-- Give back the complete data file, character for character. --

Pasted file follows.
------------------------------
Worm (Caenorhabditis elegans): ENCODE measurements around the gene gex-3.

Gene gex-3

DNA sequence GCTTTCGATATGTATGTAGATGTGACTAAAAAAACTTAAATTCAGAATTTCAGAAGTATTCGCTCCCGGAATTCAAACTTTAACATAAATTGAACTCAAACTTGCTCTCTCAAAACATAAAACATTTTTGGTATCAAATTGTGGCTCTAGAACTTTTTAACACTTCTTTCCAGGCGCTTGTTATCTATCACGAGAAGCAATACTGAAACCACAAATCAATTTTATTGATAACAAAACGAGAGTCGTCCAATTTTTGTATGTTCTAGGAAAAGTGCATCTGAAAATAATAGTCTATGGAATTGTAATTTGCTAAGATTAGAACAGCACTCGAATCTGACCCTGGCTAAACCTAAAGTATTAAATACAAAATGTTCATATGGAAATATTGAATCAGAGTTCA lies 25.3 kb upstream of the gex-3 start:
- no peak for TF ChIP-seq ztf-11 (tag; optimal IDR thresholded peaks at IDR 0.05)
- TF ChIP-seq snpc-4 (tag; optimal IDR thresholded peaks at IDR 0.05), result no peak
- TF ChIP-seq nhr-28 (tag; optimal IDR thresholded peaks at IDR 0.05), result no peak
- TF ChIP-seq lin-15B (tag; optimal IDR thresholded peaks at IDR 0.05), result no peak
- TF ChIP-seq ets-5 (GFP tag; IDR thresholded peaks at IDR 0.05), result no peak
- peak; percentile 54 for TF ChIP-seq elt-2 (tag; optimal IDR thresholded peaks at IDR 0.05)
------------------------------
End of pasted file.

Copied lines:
Worm (Caenorhabditis elegans): ENCODE measurements around the gene gex-3.

Gene gex-3

DNA sequence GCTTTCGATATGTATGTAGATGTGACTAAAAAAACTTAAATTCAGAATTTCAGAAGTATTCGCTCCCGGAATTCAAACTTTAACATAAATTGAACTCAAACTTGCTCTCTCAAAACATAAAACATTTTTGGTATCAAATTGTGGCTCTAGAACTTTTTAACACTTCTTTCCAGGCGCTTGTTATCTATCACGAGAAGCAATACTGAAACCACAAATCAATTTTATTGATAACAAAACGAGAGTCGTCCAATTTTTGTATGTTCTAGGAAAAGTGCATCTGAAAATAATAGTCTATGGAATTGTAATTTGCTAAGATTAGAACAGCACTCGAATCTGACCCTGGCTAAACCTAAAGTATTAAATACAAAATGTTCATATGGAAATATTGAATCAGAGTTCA lies 25.3 kb upstream of the gex-3 start:
- no peak for TF ChIP-seq ztf-11 (tag; optimal IDR thresholded peaks at IDR 0.05)
- TF ChIP-seq snpc-4 (tag; optimal IDR thresholded peaks at IDR 0.05), result no peak
- TF ChIP-seq nhr-28 (tag; optimal IDR thresholded peaks at IDR 0.05), result no peak
- TF ChIP-seq lin-15B (tag; optimal IDR thresholded peaks at IDR 0.05), result no peak
- TF ChIP-seq ets-5 (GFP tag; IDR thresholded peaks at IDR 0.05), result no peak
- peak; percentile 54 for TF ChIP-seq elt-2 (tag; optimal IDR thresholded peaks at IDR 0.05)